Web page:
Are you buying a random orbit sander? Here are some tips on which to choose!
Photos by: Unsplash
A sander is a tool that is used to achieve a perfectly smooth finish by sculpting and texturing wood and removing paint and varnish. Regardless of the extent to which you work with wooden furniture, floors or patios, a sander is a must. In almost every case, grinding is the part of the job you don't enjoy because there is clearly no aspect that elevates you. Imagine choosing the wrong tool just for this part – nothing can get worse, can it? If you still manage to find the perfect tool, you will immediately notice the results of your efforts and, in this case, it will actually be fun. So one thing is fixed: you need to choose the grinder that works for your job. Two of the most popular Power Sanders – from the home improvement freak to a rookie renovator to a highly skilled, professional worker – are the Orbital Sander and the Sheet Sander. They are very common and are used for certain types of work. Although they are both tools for sculpting wood and peeling paint off from the point of view, they both use sandpaper, the normal one. So it is important to understand all the differences between Orbital Sander and Sheet Sander in detail in order to know what you want to work with. This article will help you acknowledge exactly that:
The orbital sander is made up of a tell-tale square foot, which means it can easily go up against edges and into corners. It's often considered a quarter blade sander because its square foot is good for a quarter of a 9 by 11 sheet of sandpaper. There are also half blade grinders for various purposes. Orbital Sanders typically cost $ 30 to $ 40. The sanding process is mainly done as the foot vibrates heavily in small tracks or circles, although you need to be careful and careful when sanding across the grain due to the pattern.
Advantages: The most attractive feature of the orbital sander is that it is square. This makes it possible to work in corners and against edges. You can easily use a normal sandpaper cut instead of separately manufactured sanding discs. The orbital sander leaves very few cross grain marks so you don't have to have a lot of stress to ruin your job as it won't (unless you are that bad!). It's not that aggressive either. Check your grinder's sanding pattern to make sure there are minimal cross-grain scratches. However, the scratch patterns and efficiency vary depending on the brand used. All in all, Orbital Sanders work fast and are great for important projects.
Disadvantage: The main and one of the few disappointments with Orbital Sander would be that not much material is removed and the sanding marks are usually somewhat visible. The clips that hold the sandpaper in place on a random orbit sander often prove to be quite problematic, although the designs can vary.
When to use: Use Orbital Sanders in areas where a sheet metal sander would not fit and where you need to sand very lightly. If you want to prep a surface that you want to paint or seal, or even knock off an entire coat of paint, this is the tool you are looking for.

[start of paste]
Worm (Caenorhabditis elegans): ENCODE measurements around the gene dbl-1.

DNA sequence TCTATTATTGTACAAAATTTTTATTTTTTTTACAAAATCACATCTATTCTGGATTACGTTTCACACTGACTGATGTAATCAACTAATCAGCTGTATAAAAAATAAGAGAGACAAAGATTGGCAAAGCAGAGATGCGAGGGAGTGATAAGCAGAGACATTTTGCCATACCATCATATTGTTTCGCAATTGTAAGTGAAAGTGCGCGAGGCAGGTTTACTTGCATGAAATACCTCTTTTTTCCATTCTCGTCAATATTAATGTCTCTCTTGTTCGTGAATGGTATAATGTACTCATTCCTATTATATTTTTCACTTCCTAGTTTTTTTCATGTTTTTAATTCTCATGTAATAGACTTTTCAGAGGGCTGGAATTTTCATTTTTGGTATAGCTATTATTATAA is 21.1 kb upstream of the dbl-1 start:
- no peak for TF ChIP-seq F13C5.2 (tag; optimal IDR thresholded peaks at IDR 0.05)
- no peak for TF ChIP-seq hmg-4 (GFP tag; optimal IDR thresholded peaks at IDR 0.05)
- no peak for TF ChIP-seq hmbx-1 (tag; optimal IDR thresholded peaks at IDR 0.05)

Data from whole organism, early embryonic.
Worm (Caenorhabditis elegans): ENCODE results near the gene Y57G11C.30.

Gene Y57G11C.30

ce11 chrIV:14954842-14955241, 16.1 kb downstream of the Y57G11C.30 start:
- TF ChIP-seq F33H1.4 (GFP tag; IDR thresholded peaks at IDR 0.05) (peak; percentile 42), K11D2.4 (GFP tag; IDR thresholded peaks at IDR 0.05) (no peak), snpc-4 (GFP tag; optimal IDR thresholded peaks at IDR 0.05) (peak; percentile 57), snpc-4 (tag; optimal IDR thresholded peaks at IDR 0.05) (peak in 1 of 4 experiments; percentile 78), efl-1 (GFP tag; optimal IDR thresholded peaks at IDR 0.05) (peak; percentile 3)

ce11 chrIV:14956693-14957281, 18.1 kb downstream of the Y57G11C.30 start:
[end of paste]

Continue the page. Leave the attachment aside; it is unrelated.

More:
Do you need the best random orbit sander? Click here for more information.
Sheet metal grinder
Get the job done – you can already guess it by the name. Sheet metal grinders (or sometimes also called Finish Sanders) are used for this. Compared to orbital grinders, sheet metal grinders are less powerful but of great use when you apply this finish, the final step of prep before using any paint, stain, or varnish. They generally use a quarter of a standard 9 x 11 sheet of sandpaper and therefore are referred to by many as Palm Sanders, or more precisely ¼ Sheet Pad Sanders. They usually cost $ 50 and are square like Orbital Sanders. Most models generally come with a spring-loaded clamp that holds the sandpaper in place on the sanding pad. Sheet metal grinders, due to their shape, can hit the edge at 90-degree angles. And the back and forth motion in which it works means you need to sandpaper it from time to time to keep it operating properly.
Advantages: Sheet metal grinders are widely used and undoubtedly your first choice for any type of thesis. They are affordable and can be worked directly into the 90 degree angled edges which make them very practical. They also don't leave as many visible marks as Orbital Sanders.
Disadvantage: As mentioned, they're less powerful and smaller, which means they can't remove as much material as Orbital Sanders. They are mainly used for finishing work and cannot be used for a wide variety of jobs. The high amount of sandpaper they waste is also a problem. Sheet metal grinders work in a typical back and forth motion. Because of this, they tend to leave visible swirl marks on your material. This can prove unbearable if you are a perfectionist who wants an overly finished look.
When to use: Sheet sanders excel in smaller projects. For small DIY projects, their light weight and affordability make them the perfect solution. And look at the lighter side for a change – a smaller size refers to the fact that they are precise as you work and don't leave a lot of marks compared to a random orbit sander. Hence, you need to sand down a piece of wood and give it a suitable finish – a sheet metal sander is what you are looking for.
At the end of the day, you decide for yourself which one to choose from among the two sandpaper grinders we discussed. Renovating your home and having a lot of incomplete work? Is your hobby making furniture from scratch? Remove paint or paint? If so, go for a random orbit sander as it offers the power, speed and flexibility you need for your projects. On a very tight budget and ready not to use your grinder that regularly? Do you only need it for small projects? Get a sheet metal grinder that is much better at detailing and giving your furniture the finish you've always wanted! Whatever you choose, you decide what suits you best. Good luck!